Popular music has always been the keystone of Medellin’s lively popular culture, in which Argentinian tango has a rather important place.
Actually Medellin’s first appearance in the headlines was not because of the drug cartel bur because of tango. Carlos Gardel, the most famous tango star ever, died in an tragic plane crash that occurred in the local airport in 1935, when he was at the peak of his career. In the end this event became the cornerstone of a powerful Gardelian myth that nourishes the local society’s adoption of this popular music genre. Local intellectuals, writers and novelists have further elaborated and strengthened the connection between Medellin and the culture of the Rio de la Plata, creating a narrative that often blurs the limit between the history and myth.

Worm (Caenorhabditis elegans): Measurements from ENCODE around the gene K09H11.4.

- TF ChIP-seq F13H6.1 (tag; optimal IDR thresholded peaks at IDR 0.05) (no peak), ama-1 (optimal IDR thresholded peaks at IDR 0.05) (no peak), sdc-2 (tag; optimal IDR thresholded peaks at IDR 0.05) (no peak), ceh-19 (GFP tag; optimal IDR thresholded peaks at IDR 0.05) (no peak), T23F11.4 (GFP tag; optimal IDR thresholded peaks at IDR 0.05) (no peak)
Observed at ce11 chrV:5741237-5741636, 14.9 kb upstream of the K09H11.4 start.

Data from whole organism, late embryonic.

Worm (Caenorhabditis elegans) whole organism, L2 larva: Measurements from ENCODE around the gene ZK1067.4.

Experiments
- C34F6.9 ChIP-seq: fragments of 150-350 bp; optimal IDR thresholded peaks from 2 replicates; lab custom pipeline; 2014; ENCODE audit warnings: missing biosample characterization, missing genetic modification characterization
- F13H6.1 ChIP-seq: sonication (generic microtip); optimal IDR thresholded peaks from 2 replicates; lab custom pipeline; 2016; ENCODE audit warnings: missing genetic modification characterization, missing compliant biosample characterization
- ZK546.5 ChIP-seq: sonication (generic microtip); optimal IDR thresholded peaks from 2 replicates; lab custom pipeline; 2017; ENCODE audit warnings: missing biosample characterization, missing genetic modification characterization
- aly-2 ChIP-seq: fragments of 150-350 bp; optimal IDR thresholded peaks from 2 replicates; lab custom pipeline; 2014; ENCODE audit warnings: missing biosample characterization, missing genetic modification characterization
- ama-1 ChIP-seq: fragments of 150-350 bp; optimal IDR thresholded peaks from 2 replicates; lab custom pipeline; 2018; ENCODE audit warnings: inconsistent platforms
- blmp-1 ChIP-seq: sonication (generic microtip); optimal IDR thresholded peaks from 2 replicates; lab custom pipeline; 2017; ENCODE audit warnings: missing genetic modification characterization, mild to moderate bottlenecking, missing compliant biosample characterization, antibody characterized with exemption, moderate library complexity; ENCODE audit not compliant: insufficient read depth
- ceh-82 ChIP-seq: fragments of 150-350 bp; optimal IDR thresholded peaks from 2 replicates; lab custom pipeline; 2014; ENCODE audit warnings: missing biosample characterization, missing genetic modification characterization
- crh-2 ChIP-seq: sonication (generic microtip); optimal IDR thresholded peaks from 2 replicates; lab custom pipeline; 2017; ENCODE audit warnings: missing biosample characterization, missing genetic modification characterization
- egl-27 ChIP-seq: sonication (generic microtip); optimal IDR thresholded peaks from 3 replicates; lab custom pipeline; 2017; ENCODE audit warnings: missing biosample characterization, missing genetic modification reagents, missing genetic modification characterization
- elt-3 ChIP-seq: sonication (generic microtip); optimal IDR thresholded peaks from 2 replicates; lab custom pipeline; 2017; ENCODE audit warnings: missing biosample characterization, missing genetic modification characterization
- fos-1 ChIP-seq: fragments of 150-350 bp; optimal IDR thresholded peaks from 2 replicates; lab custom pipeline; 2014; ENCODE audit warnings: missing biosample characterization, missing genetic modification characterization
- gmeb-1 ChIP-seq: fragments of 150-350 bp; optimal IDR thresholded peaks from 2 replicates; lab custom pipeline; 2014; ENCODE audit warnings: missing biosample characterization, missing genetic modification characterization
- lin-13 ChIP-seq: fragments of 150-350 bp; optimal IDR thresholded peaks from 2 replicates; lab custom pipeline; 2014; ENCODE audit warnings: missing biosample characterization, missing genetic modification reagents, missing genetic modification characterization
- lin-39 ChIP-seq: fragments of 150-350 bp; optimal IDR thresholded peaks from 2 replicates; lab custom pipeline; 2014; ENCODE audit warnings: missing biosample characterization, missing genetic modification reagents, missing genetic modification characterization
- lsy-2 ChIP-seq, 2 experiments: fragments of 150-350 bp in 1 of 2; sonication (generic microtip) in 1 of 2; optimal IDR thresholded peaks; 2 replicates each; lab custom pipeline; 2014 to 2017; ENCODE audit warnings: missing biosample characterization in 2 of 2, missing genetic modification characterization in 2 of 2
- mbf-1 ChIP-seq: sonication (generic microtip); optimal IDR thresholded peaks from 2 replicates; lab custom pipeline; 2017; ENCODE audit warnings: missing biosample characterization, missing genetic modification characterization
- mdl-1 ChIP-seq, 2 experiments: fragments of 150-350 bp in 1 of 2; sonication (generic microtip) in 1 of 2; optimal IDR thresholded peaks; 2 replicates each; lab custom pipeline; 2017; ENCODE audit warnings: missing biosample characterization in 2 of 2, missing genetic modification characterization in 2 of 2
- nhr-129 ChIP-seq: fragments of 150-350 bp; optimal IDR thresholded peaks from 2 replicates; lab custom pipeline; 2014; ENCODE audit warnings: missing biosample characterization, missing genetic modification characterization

Medellín has now the strongest Tango culture in South America outside of Buenos Aires and many people from Medellín have an encyclopedic knowledge of Tango.
A picture of Gardel can be found in almost every tango club in Medellin but his ghost is in good company. Tango is everywhere here; restaurants, corner stores, smoky pool halls in gritty neighborhoods and even young people sing along, the way Americans can belt out Sinatra.